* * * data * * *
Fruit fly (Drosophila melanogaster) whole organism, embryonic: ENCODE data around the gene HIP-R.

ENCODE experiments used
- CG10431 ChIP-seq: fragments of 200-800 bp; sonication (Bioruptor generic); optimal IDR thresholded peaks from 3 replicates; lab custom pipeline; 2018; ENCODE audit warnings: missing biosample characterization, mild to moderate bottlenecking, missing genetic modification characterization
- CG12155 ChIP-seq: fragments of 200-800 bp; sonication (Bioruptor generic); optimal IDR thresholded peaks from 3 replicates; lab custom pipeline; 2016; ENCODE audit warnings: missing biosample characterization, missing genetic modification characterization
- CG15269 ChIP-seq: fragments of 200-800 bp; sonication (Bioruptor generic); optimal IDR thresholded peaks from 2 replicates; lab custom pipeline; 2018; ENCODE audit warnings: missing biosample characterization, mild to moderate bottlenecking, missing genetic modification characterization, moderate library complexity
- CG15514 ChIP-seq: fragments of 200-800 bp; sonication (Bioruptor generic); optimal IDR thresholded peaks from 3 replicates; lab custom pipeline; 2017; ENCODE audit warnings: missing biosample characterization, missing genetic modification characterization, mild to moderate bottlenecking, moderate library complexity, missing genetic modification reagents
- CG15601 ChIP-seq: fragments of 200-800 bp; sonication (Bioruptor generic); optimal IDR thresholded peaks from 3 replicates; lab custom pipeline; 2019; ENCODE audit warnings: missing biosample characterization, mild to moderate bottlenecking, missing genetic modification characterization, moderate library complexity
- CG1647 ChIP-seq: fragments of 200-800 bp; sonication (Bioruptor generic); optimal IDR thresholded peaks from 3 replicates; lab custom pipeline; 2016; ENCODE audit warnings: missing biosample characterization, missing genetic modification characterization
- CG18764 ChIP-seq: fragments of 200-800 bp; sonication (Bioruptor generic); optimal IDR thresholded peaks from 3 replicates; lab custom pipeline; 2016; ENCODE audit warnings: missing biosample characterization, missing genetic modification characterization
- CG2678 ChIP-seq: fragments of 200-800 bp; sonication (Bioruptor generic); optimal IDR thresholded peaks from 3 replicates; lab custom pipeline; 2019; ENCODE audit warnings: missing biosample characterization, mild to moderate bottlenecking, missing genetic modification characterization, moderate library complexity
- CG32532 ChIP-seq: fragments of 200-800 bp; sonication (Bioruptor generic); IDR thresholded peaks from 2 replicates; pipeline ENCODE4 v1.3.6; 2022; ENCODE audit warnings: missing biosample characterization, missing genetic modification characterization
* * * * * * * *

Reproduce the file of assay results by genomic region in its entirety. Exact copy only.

Fruit fly (Drosophila melanogaster) whole organism, embryonic: ENCODE data around the gene HIP-R.

ENCODE experiments used
- CG10431 ChIP-seq: fragments of 200-800 bp; sonication (Bioruptor generic); optimal IDR thresholded peaks from 3 replicates; lab custom pipeline; 2018; ENCODE audit warnings: missing biosample characterization, mild to moderate bottlenecking, missing genetic modification characterization
- CG12155 ChIP-seq: fragments of 200-800 bp; sonication (Bioruptor generic); optimal IDR thresholded peaks from 3 replicates; lab custom pipeline; 2016; ENCODE audit warnings: missing biosample characterization, missing genetic modification characterization
- CG15269 ChIP-seq: fragments of 200-800 bp; sonication (Bioruptor generic); optimal IDR thresholded peaks from 2 replicates; lab custom pipeline; 2018; ENCODE audit warnings: missing biosample characterization, mild to moderate bottlenecking, missing genetic modification characterization, moderate library complexity
- CG15514 ChIP-seq: fragments of 200-800 bp; sonication (Bioruptor generic); optimal IDR thresholded peaks from 3 replicates; lab custom pipeline; 2017; ENCODE audit warnings: missing biosample characterization, missing genetic modification characterization, mild to moderate bottlenecking, moderate library complexity, missing genetic modification reagents
- CG15601 ChIP-seq: fragments of 200-800 bp; sonication (Bioruptor generic); optimal IDR thresholded peaks from 3 replicates; lab custom pipeline; 2019; ENCODE audit warnings: missing biosample characterization, mild to moderate bottlenecking, missing genetic modification characterization, moderate library complexity
- CG1647 ChIP-seq: fragments of 200-800 bp; sonication (Bioruptor generic); optimal IDR thresholded peaks from 3 replicates; lab custom pipeline; 2016; ENCODE audit warnings: missing biosample characterization, missing genetic modification characterization
- CG18764 ChIP-seq: fragments of 200-800 bp; sonication (Bioruptor generic); optimal IDR thresholded peaks from 3 replicates; lab custom pipeline; 2016; ENCODE audit warnings: missing biosample characterization, missing genetic modification characterization
- CG2678 ChIP-seq: fragments of 200-800 bp; sonication (Bioruptor generic); optimal IDR thresholded peaks from 3 replicates; lab custom pipeline; 2019; ENCODE audit warnings: missing biosample characterization, mild to moderate bottlenecking, missing genetic modification characterization, moderate library complexity
- CG32532 ChIP-seq: fragments of 200-800 bp; sonication (Bioruptor generic); IDR thresholded peaks from 2 replicates; pipeline ENCODE4 v1.3.6; 2022; ENCODE audit warnings: missing biosample characterization, missing genetic modification characterization